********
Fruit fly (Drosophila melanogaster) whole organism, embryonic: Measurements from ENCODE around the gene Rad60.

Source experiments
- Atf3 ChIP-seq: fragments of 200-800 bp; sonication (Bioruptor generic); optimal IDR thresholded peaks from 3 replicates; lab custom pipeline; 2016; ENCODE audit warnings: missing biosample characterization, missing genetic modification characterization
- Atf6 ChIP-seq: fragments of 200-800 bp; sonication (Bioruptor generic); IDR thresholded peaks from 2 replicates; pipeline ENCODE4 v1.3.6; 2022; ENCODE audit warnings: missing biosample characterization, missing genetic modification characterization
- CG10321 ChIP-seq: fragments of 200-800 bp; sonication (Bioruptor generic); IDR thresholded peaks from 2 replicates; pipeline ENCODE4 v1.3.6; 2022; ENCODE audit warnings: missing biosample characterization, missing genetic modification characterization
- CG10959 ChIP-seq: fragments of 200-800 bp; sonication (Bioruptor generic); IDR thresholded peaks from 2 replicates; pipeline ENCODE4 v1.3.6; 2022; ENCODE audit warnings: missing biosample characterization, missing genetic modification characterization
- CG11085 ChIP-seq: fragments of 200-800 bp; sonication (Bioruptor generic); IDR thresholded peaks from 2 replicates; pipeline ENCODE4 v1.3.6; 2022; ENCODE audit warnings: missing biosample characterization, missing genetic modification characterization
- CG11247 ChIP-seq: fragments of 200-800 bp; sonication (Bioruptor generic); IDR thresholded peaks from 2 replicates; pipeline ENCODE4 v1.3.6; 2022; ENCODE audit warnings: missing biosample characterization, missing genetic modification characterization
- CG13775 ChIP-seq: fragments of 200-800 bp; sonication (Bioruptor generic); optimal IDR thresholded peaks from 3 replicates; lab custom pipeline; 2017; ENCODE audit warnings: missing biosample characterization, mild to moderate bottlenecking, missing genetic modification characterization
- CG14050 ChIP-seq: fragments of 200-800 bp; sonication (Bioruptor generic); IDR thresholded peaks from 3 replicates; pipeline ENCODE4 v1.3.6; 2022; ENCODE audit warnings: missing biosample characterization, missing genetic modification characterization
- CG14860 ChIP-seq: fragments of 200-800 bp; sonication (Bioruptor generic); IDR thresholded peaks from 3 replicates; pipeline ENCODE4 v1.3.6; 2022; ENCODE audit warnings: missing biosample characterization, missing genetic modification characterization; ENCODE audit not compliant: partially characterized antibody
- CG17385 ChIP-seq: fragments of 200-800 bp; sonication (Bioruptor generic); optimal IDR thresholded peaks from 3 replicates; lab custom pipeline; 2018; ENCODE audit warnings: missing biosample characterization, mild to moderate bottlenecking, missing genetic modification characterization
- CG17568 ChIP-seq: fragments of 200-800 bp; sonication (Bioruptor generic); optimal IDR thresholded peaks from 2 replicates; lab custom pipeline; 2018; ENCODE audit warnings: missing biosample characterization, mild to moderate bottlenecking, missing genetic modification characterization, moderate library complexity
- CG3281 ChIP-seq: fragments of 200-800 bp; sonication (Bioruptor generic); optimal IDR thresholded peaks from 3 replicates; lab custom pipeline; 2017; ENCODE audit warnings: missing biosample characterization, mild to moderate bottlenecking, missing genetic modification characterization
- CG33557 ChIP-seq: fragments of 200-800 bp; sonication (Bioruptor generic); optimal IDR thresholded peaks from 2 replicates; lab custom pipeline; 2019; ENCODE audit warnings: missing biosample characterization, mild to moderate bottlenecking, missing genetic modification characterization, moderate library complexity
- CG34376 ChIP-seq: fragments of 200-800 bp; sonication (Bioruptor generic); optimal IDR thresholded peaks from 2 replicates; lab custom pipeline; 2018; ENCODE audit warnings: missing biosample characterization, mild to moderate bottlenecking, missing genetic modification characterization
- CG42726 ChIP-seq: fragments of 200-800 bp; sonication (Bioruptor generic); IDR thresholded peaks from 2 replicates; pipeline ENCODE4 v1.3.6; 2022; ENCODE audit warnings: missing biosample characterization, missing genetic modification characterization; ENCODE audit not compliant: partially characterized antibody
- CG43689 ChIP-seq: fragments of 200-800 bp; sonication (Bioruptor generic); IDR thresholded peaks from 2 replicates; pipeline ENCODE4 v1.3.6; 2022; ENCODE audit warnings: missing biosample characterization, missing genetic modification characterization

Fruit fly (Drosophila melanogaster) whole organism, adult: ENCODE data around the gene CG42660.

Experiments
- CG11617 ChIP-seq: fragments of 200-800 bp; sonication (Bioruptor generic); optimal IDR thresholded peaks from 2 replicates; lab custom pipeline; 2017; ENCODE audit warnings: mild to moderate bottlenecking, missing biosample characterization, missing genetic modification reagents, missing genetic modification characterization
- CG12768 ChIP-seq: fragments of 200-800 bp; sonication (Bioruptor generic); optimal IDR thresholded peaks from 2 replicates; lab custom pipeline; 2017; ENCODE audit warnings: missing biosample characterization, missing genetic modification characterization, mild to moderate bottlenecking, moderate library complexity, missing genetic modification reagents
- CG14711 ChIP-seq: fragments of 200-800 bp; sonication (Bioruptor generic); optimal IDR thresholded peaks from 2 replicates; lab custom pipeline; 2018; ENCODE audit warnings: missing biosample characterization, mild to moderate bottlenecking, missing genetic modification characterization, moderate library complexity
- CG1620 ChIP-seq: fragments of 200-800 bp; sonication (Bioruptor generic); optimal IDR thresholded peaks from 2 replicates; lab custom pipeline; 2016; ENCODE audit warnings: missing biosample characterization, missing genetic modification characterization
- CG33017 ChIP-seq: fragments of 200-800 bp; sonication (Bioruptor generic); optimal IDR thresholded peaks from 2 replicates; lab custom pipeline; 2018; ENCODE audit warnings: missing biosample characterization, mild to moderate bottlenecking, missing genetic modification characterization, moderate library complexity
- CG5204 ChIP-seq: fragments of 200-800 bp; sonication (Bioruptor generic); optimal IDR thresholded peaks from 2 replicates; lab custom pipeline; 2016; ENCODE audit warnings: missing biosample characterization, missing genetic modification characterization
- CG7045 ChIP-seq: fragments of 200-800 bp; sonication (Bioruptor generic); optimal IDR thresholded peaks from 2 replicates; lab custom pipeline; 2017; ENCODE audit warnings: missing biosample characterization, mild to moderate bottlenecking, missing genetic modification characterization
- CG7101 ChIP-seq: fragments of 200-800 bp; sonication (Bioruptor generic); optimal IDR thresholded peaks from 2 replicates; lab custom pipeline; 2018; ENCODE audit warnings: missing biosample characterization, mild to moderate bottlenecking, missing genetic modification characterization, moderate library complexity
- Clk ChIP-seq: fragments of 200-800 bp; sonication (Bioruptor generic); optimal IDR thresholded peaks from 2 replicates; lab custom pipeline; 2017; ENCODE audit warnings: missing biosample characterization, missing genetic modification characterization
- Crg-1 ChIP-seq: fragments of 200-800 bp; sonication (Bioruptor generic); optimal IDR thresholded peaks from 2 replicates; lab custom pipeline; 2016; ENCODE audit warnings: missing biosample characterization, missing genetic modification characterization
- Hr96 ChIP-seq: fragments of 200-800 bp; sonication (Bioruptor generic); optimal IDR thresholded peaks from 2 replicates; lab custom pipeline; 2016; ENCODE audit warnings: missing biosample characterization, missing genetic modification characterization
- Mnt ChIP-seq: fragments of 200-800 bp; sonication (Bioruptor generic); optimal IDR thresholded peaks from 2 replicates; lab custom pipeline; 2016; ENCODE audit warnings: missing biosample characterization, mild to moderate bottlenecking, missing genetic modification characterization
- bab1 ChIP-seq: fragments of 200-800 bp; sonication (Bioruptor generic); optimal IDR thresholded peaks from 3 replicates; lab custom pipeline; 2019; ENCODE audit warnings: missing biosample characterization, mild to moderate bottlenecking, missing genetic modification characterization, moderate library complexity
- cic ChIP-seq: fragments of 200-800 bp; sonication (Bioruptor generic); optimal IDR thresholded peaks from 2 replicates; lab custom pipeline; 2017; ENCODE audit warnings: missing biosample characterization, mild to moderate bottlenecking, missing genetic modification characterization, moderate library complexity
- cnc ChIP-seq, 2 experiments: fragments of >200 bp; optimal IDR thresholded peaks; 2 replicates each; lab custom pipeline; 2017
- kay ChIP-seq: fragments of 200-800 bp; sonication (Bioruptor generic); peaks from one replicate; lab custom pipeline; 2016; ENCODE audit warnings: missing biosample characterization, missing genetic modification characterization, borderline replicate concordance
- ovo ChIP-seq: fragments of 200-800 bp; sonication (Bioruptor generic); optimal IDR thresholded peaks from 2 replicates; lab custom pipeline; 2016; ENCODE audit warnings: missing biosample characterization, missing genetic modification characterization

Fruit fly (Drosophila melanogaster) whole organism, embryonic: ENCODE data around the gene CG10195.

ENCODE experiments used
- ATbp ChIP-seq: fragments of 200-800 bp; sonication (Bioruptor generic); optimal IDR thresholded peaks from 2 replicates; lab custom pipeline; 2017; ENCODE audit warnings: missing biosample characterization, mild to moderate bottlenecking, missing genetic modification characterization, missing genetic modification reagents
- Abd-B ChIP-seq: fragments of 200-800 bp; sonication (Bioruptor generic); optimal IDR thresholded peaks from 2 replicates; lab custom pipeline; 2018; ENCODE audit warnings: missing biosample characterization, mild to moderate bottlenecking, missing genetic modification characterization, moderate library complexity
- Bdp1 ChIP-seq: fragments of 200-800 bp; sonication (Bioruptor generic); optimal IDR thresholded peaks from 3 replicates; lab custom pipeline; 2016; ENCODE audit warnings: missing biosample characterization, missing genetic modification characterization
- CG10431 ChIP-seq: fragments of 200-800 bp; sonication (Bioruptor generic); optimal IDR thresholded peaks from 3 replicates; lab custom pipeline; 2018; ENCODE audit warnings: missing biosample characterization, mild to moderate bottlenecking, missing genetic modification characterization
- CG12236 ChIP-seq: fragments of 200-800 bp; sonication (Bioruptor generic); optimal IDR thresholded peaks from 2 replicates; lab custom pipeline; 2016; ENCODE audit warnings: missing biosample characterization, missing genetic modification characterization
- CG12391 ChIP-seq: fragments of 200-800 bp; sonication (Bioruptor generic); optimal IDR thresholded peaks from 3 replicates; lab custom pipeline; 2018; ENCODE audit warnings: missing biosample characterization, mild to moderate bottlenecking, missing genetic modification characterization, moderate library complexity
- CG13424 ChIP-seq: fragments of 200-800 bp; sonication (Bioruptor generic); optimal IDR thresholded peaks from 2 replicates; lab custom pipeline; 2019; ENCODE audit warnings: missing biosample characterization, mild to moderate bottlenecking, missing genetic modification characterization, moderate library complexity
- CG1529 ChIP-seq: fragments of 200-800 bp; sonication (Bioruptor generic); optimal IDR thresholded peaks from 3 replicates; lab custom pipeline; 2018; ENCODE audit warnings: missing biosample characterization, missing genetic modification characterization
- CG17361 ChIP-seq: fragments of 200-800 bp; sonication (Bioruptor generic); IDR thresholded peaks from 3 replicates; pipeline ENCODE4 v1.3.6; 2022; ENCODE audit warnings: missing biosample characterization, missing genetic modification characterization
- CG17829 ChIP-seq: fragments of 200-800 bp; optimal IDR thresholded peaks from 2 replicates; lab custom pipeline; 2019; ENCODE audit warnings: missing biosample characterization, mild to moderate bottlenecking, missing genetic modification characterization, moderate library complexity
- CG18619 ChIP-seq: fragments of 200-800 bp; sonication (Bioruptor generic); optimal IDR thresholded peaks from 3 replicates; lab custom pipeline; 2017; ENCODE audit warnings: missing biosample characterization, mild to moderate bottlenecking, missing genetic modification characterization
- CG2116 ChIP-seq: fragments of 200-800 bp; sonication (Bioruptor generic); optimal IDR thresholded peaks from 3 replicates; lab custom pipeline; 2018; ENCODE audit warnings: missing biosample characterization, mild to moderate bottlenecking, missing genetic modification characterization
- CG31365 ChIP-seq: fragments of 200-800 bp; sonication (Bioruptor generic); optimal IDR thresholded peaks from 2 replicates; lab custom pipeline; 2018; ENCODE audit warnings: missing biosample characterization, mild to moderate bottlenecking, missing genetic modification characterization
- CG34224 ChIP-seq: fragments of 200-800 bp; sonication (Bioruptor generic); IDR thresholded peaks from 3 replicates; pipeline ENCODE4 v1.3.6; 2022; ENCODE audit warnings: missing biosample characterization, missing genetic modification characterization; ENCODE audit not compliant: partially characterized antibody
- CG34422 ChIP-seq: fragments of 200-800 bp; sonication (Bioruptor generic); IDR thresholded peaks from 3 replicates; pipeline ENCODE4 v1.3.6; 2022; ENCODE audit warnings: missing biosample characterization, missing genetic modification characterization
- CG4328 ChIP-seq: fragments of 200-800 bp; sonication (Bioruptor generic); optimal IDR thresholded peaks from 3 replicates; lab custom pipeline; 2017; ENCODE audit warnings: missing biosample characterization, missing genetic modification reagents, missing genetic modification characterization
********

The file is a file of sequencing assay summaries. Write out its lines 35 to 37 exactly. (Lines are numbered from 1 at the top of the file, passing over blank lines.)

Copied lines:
- cnc ChIP-seq, 2 experiments: fragments of >200 bp; optimal IDR thresholded peaks; 2 replicates each; lab custom pipeline; 2017
- kay ChIP-seq: fragments of 200-800 bp; sonication (Bioruptor generic); peaks from one replicate; lab custom pipeline; 2016; ENCODE audit warnings: missing biosample characterization, missing genetic modification characterization, borderline replicate concordance
- ovo ChIP-seq: fragments of 200-800 bp; sonication (Bioruptor generic); optimal IDR thresholded peaks from 2 replicates; lab custom pipeline; 2016; ENCODE audit warnings: missing biosample characterization, missing genetic modification characterization